ALP 'fixes' Aboriginal education

Labor governments at state and federal levels are persisting with two unpopular proposals for education in remote Aboriginal schools — the scrapping of bilingual education and the linking of welfare payments to school attendance — despite opposition from communities and educators.

The partial ban on Aboriginal language in schools was flagged by then Northern Territory education minister Marion Scrymgour in August last year. It would restrict teaching in Aboriginal languages to the end of the day, requiring teaching in English for the first four hours. The proposal was to scrap bilingual education within six months.

Supposedly, the plan is meant to improve literacy rates in remote Aboriginal schools by forcing students to speak more English.

A March 12 AAP report said NT Education Union president Rod Smith credited a recent drop in school attendance to the partial ban on local Indigenous languages.

On February 5, when talking to Scrymgour, Mandawuy Yunupingu from Yothu Yindi and a teacher for 20 years argued: "We shouldn't be doing anything that requires Indigenous students to leave the things they already know outside of the classroom."

In a letter to Scrymgour posted on the Northern Myth blog, Jeannie Nungarrayi Egan, who had been involved in bilingual education programs for more than 60 years, reproached the minister for what she saw as an attack on her culture.

"All my children and grandchildren went to school every day and they all read and write English and Warlpiri", she wrote. "I hear the children of my relatives who live in other communities with no two-way bilingual program talking mixed-up language and not even understanding Warlpiri properly ...

"In our communities it is most important for government people to work together with the community people to provide what the community wants, not just for the government to force their ideas."

Meanwhile, the federal government has begun a trial linking NT parents' welfare payments to children's school attendance. It had proposed to extend this to the Kimberley region in Western Australia, but the Liberal state government has refused to support the trial.

Opponents of the plan say that this merely penalises the most impoverished in these communities and will do little to improve attendance.

"These trials fail to address the underlying causes of non-attendance and only further undermine families in need of support", WA Greens senator Rachel Siewert said on February 17.

"Rather than punishing struggling, low-income families, the government should be focussing on the underlying causes of truancy and delivering a real education revolution so that all kids want to be at school," she said.

Green Left Weekly spoke to Kerry Mulholland, who works at a remote school of 100 students near Fitzroy Crossing in WA. The school has six teachers and covers both primary and secondary education. It services four different Aboriginal communities and it takes students about an hour-and-a-half to get to school each day.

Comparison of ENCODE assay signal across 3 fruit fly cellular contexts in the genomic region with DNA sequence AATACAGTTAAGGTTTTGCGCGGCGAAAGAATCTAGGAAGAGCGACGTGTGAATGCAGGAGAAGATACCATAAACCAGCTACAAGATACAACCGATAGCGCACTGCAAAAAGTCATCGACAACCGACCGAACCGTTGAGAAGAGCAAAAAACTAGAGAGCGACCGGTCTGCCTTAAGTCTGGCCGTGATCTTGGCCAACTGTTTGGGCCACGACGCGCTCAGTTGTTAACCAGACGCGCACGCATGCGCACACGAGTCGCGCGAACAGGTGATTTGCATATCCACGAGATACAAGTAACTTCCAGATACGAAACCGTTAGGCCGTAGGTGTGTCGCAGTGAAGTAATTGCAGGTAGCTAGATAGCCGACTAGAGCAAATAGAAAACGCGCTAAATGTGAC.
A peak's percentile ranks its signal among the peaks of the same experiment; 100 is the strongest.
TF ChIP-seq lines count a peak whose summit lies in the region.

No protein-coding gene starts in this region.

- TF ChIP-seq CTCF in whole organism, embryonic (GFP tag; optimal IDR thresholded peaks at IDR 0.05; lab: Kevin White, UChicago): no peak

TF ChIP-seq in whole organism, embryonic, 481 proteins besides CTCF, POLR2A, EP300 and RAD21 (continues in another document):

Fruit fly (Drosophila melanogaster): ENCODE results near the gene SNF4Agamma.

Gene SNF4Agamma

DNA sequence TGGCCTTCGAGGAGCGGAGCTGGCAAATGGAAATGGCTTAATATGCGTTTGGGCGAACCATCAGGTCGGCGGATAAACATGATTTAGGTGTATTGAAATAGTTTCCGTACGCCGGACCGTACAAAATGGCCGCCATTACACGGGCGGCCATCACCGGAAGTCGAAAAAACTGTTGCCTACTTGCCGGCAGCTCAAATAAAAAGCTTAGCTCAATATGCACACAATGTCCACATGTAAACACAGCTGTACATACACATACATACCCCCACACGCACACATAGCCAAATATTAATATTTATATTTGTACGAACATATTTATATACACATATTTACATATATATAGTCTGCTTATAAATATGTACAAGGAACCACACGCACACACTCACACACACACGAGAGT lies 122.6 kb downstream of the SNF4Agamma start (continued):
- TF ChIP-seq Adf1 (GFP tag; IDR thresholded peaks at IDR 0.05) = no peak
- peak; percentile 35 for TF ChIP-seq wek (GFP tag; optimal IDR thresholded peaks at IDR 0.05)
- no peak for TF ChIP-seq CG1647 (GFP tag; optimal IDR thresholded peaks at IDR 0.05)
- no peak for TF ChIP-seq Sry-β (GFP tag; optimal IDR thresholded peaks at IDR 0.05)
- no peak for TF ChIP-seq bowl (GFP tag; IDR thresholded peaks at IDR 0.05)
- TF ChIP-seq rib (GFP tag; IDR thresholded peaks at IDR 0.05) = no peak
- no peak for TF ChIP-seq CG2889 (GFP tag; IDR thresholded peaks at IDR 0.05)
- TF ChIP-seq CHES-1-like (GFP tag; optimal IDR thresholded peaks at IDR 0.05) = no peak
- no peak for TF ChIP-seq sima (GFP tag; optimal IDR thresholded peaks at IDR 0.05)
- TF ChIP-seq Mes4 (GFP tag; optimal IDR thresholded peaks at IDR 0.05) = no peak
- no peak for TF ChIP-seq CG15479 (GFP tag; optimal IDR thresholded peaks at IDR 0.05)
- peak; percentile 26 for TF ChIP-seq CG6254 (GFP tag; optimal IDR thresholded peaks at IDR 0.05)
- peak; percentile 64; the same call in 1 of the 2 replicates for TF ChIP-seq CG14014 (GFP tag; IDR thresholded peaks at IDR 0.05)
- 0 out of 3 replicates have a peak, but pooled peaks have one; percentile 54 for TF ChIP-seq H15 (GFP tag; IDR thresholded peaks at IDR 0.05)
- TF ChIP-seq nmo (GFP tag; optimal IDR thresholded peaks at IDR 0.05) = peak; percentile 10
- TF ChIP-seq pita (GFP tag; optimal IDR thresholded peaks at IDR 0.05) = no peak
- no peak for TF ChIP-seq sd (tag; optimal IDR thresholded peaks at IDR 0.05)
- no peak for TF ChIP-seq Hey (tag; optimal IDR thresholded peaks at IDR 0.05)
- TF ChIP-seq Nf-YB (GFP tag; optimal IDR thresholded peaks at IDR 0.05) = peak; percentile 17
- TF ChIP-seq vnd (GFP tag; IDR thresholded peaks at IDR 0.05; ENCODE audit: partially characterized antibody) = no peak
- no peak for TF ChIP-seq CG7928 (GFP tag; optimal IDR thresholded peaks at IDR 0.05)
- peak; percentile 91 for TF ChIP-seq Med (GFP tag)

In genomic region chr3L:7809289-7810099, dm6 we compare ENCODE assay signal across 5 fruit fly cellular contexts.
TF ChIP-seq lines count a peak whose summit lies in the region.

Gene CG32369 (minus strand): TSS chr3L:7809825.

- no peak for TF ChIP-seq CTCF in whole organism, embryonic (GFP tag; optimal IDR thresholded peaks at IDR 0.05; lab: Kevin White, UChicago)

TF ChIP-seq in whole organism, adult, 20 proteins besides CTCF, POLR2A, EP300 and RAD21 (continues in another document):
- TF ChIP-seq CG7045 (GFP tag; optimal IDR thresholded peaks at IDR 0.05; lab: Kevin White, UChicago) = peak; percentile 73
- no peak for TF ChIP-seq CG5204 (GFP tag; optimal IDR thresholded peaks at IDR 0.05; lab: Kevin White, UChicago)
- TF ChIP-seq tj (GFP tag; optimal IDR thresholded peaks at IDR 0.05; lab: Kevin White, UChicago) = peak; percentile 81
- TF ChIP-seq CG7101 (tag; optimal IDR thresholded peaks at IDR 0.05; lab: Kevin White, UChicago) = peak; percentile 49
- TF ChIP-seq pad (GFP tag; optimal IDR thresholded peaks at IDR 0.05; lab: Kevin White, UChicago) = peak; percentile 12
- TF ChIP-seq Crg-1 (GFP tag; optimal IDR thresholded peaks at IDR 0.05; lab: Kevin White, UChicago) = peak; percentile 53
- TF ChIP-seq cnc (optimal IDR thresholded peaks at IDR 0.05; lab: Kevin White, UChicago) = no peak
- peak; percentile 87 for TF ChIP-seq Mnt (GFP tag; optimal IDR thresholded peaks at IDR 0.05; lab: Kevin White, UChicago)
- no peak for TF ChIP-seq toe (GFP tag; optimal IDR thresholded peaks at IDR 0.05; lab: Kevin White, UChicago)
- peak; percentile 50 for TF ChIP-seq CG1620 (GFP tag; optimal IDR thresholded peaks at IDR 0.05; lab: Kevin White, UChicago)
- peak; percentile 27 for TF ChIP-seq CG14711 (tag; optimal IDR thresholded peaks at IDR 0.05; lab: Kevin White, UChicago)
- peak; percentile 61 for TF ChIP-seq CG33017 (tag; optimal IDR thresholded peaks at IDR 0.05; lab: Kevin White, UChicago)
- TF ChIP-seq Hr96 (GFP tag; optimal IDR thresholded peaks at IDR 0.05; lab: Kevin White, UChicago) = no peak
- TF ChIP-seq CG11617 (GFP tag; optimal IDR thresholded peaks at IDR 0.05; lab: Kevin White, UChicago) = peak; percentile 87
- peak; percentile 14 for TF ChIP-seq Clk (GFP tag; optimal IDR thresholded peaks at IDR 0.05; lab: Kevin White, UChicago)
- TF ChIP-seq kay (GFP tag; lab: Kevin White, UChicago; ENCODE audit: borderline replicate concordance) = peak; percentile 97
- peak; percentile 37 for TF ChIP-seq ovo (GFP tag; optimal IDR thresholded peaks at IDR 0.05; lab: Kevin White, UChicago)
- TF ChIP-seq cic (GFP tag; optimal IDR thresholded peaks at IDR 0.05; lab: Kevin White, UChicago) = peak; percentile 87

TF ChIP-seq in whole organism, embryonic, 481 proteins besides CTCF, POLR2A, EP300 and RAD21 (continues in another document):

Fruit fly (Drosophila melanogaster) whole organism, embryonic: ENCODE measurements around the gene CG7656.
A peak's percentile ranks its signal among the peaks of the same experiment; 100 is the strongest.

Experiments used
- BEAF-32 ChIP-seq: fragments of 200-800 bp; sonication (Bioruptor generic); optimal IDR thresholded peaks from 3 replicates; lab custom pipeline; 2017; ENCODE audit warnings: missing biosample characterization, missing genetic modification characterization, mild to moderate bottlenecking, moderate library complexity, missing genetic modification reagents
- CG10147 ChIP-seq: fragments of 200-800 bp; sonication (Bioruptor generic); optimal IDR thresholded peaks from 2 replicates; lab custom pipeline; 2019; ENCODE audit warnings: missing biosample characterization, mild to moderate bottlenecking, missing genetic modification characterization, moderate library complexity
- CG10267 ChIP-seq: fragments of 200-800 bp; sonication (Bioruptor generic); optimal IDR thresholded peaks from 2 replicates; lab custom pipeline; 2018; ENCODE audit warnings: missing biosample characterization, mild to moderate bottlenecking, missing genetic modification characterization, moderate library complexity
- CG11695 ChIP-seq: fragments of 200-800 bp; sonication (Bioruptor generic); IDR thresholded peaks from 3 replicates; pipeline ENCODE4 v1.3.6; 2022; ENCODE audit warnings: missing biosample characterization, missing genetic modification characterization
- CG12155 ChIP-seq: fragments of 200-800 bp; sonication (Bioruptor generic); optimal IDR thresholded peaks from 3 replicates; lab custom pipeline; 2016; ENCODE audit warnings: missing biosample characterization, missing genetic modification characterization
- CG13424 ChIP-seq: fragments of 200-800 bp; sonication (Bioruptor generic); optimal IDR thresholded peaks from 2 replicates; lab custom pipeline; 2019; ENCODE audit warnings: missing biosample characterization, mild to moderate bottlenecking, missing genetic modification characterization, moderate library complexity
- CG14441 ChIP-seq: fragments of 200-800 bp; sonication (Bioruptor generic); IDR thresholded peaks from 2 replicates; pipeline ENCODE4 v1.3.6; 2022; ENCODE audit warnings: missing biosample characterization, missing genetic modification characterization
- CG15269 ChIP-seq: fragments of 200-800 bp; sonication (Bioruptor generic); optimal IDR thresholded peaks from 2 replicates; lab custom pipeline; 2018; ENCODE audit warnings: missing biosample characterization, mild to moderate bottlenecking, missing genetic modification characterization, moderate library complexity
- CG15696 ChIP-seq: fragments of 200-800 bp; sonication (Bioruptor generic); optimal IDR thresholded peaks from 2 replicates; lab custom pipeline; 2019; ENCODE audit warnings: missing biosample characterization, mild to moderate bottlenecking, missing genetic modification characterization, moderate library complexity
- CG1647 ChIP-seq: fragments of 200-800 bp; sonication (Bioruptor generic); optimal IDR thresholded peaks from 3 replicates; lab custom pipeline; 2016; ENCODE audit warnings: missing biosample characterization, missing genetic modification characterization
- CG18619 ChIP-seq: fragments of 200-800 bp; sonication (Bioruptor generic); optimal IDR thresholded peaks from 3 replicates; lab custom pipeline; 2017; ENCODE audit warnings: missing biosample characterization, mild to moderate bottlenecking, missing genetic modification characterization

"We have four languages taught in the school. As part of the Kimberley literacy strategy, there is English, Aboriginal English, Kriol [an NT Aboriginal creole] and [Aboriginal] language and we support that in the class room. The Aboriginal education workers are there to model Aboriginal English and Kriol and we have separate language teachers that come in and help with [Aboriginal] language teaching ... we have two Aboriginal language groups in the area, whereas most schools have just one.

"If these programs were stopped by state or federal government, then that would destroy our current strategy. There would also be a great outcry, particularly from the communities themselves."

She said that the school had a great deal of success in attracting students by providing more infrastructure and support, but funds and staff were limited. "I think that you have to start with the support systems: [making sure] that kids are healthy and safe and that they have adequate transport and food and medical services.

"Almost all of our kids have basic health problems like nits, boils, and ear and respiratory infections.

"More resources such as school nurses or local clinics [would go a long way] to improving attendance. We're very isolated — it's 120km to the nearest hospital. It's these things that are affecting attendance. We provide school meals, which helps a lot."

Mulholland said that poverty is the main factor in school participation. Attempts to link welfare to attendance would only make things worse.

"Changes to welfare in this way just seems to cause more problems, particularly when combined with the transport issues.

"It's just another reactive paternal policy — our government telling Aboriginal people that they are not doing a good job and need to be forced to do the right thing. They should be working with the Aboriginal people to think of other strategies."

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